“I have a knack for self-criticism but the entire process of painting my walls required me to be kinder to myself. And, well, it felt nice to be self-forgiving.”

The first weekend was dedicated to painting my cabinet. Early on in the planning stage, I had decided on an abstract of swirls inspired by a very ‘70s colour palette. To achieve this, I bought five different cans of paint—to which the kuya behind the Davies counter remarked, “Ang laki naman ng bahay niyo ma’am, marami atang kuwartong pipinturahan?” “Studio lang kuya, makulay lang akong tao,” I smiled tightly. Achieving the wardrobe’s final look took longer than I had thought. Prepping laminate surfaces, apparently, is no easy feat. I burned through five cut-up sheets of sandpaper to achieve enough texture for paint to adhere to. My hands, still warm and tingly from sanding, trembled a little as I applied two coats of primer, waiting about two hours in between each coat. The whole thing took two days to complete with so much of the process involving restless waiting periods. I was so excited to keep moving, to blaze through the process. I had no idea painting would force me to sit down and just wait. Watching paint dry is as long as the saying implies. Three coats and 48 hours later, I had a unique set of closet doors and a renewed sense of patience. It came out imperfectly, with a few wonky lines and a couple of stray paintbrush bristles that got left behind but I felt great seeing it come together in the end. At first, I panicked over these small details. But then I took a step back and relief washed over me. I was ecstatic to have such a unique focal point in my home but I think the bigger takeaway was that I learned to take my time with each step — a luxury in the middle of a pandemic that forces every action to be made in haste and urgency.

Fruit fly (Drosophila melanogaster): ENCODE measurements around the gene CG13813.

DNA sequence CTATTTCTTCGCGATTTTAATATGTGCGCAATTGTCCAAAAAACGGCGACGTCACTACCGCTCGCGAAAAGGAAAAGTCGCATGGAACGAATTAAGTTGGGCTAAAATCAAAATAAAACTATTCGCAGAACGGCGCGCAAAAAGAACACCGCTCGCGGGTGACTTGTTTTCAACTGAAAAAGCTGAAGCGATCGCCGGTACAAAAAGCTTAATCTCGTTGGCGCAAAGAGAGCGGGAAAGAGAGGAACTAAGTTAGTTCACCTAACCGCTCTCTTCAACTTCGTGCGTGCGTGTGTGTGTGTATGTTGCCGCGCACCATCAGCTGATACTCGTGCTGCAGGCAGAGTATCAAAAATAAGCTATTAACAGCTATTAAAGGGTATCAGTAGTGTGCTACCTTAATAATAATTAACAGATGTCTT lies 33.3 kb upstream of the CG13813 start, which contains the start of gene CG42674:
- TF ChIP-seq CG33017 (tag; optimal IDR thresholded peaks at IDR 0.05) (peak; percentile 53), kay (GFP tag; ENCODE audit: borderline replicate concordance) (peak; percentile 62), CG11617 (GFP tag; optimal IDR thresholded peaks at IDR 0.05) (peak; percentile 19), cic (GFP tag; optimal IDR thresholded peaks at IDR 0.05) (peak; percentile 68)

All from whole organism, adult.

While tiresome, Mags says she found certain responsibilities to be a welcome break from staring at an LCD screen for hours on end. "I found myself enjoying each task and openly welcoming any new DIY ideas that would come up," she says.

The next two weekends had me spending six hours a day giving my walls a pink faux French wash—leave it to me to underestimate the difficulty of a task. This French wash involved a lot of trial and error. It was so hard to understand the process that when my boyfriend offered to help out, we almost fought. I found him five minutes later sitting on my sofa, quietly rewatching the tutorial video I had linked him months ago. My own flubbing resulted in the wall under my ledge looking significantly different from the rest of the space because I had done multiple layers of do-overs on top of each other on that plane. I have a knack for self-criticism but the entire process of painting my walls required me to be kinder to myself. And, well, it felt nice to be self-forgiving. That process of gentleness, and singing along to various divas on rotation were what got me through the gruesome double-weekend project.

After months of renovating this once abandoned studio, Mags says she's finally where she want to be. "How odd to be able to take rest from the real world without really leaving the physical space you’re in at all," she says.

In between these major undertakings were mini projects: assembling furniture, making a frame for my air conditioner, tacking magazine pages and professional prints above my dining table, turning my fridge blue, and crafting a headboard. All small breaks from an LCD’s oppressive glow. All refreshing exercises for the mind and body. I found myself enjoying each task and openly welcoming any new DIY ideas that would come up. Like many a millennial, I also took to buying and caring for plants to further spruce up the place. My daydreams were slowly becoming a reality and, for once in my life, I was actually taking my sweet time getting to where I wanted to be. How odd to be able to take rest from the real world without really leaving the physical space you’re in at all. Who knew creating mental pockets could be so freeing? Who knew that one could find stillness in moving?

And though so much has changed in the span of three months, the space continues to be a work-in-progress and a source of solace—both in that there is nowhere else I would rather be and also in that I’m glad that there is still so much left to do. ︎

Mags Ocampo is the creative director of Homeroom Co-op.